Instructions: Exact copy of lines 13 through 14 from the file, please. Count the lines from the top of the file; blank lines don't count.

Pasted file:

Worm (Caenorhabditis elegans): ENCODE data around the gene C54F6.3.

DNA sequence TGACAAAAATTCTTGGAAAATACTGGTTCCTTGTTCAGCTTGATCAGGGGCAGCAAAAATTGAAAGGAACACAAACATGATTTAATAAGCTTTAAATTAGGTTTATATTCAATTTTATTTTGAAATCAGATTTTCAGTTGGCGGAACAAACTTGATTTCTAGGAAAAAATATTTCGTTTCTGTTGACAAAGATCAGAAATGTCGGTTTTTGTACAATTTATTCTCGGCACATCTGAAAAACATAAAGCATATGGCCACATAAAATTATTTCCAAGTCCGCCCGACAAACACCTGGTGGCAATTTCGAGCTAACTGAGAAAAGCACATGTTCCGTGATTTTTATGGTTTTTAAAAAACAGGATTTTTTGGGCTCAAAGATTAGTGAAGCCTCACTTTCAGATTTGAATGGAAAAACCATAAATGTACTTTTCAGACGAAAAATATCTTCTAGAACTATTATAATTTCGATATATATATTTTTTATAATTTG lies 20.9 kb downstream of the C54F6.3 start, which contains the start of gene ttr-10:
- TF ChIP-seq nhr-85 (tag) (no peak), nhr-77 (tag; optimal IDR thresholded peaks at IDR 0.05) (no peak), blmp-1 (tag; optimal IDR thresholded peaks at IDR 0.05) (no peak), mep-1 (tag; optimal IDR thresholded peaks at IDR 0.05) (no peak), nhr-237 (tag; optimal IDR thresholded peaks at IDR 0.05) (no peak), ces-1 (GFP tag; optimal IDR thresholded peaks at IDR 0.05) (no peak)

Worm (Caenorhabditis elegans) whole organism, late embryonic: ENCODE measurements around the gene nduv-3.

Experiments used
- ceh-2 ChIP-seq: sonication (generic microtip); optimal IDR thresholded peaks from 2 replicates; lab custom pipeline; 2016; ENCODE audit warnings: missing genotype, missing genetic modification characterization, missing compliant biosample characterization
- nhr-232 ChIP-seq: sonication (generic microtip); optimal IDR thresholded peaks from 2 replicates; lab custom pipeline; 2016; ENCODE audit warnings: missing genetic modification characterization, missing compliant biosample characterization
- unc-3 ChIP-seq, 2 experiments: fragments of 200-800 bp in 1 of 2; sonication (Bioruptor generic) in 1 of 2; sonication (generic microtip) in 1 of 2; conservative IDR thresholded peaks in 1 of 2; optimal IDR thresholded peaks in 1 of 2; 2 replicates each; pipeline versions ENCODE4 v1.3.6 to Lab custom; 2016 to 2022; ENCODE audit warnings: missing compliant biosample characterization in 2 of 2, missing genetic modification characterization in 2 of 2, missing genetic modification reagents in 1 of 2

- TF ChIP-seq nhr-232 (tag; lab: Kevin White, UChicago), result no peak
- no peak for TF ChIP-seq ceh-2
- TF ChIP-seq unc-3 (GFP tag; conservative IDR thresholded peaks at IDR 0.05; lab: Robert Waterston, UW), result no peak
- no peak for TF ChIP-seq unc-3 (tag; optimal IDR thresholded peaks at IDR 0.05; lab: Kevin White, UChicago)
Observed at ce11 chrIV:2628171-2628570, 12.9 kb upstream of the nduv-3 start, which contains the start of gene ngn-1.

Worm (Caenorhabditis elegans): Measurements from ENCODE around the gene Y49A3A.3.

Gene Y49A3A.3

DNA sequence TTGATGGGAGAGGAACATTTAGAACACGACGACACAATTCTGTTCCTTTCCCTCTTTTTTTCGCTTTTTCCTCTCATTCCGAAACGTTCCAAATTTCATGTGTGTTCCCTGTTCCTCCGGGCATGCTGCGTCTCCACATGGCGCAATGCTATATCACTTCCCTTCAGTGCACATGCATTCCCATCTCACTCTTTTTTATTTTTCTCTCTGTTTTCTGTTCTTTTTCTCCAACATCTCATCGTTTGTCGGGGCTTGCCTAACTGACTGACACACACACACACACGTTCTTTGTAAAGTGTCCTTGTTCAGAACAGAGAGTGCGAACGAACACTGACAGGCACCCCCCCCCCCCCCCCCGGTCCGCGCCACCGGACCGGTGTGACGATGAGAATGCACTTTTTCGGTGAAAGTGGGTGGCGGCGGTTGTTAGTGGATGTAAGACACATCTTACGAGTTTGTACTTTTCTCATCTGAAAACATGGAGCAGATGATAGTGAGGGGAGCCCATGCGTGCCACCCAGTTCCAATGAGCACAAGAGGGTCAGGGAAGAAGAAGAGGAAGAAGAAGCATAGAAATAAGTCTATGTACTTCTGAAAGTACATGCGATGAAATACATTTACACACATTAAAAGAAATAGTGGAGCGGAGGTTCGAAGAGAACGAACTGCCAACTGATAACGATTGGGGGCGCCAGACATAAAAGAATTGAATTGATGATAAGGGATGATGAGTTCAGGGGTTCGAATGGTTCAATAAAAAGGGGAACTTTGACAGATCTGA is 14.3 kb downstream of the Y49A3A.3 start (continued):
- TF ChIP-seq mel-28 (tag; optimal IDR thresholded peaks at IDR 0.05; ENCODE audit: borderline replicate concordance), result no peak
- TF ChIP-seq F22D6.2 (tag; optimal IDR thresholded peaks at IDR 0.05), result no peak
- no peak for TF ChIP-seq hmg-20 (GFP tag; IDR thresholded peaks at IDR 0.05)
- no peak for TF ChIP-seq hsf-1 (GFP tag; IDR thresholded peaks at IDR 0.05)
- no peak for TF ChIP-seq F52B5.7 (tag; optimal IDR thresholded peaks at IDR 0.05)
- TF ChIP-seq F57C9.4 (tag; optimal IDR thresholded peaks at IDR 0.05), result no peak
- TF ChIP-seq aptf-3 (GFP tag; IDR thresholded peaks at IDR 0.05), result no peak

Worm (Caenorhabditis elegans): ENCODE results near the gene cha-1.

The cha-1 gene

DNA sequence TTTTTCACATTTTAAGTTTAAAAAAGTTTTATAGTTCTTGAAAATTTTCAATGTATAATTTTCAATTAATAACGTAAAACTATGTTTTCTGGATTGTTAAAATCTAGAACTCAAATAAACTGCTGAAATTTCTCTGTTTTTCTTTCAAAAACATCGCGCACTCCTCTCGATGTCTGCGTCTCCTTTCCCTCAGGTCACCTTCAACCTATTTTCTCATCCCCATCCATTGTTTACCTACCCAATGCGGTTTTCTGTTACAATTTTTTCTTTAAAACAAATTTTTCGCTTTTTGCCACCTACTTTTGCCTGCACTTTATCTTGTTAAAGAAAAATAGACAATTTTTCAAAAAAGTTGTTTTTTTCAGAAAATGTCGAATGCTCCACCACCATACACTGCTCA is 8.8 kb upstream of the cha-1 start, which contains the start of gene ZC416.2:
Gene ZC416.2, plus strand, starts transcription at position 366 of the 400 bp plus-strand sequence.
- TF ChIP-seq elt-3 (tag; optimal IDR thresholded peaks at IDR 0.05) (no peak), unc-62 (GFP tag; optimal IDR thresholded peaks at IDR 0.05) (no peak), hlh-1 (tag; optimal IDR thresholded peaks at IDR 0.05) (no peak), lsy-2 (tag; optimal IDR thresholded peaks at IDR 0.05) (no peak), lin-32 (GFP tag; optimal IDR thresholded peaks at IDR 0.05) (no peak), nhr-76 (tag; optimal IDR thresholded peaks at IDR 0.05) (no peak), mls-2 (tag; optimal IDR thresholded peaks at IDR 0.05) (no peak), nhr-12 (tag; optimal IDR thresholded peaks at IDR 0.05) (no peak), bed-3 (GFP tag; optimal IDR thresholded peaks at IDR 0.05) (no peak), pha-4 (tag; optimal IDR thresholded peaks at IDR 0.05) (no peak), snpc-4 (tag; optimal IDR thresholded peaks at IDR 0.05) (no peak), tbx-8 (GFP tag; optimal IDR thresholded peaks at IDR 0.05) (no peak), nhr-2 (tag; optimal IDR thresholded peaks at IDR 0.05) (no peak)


Observed at ce11 chrIV:2628171-2628570, 12.9 kb upstream of the nduv-3 start, which contains the start of gene ngn-1.

Worm (Caenorhabditis elegans): Measurements from ENCODE around the gene Y49A3A.3.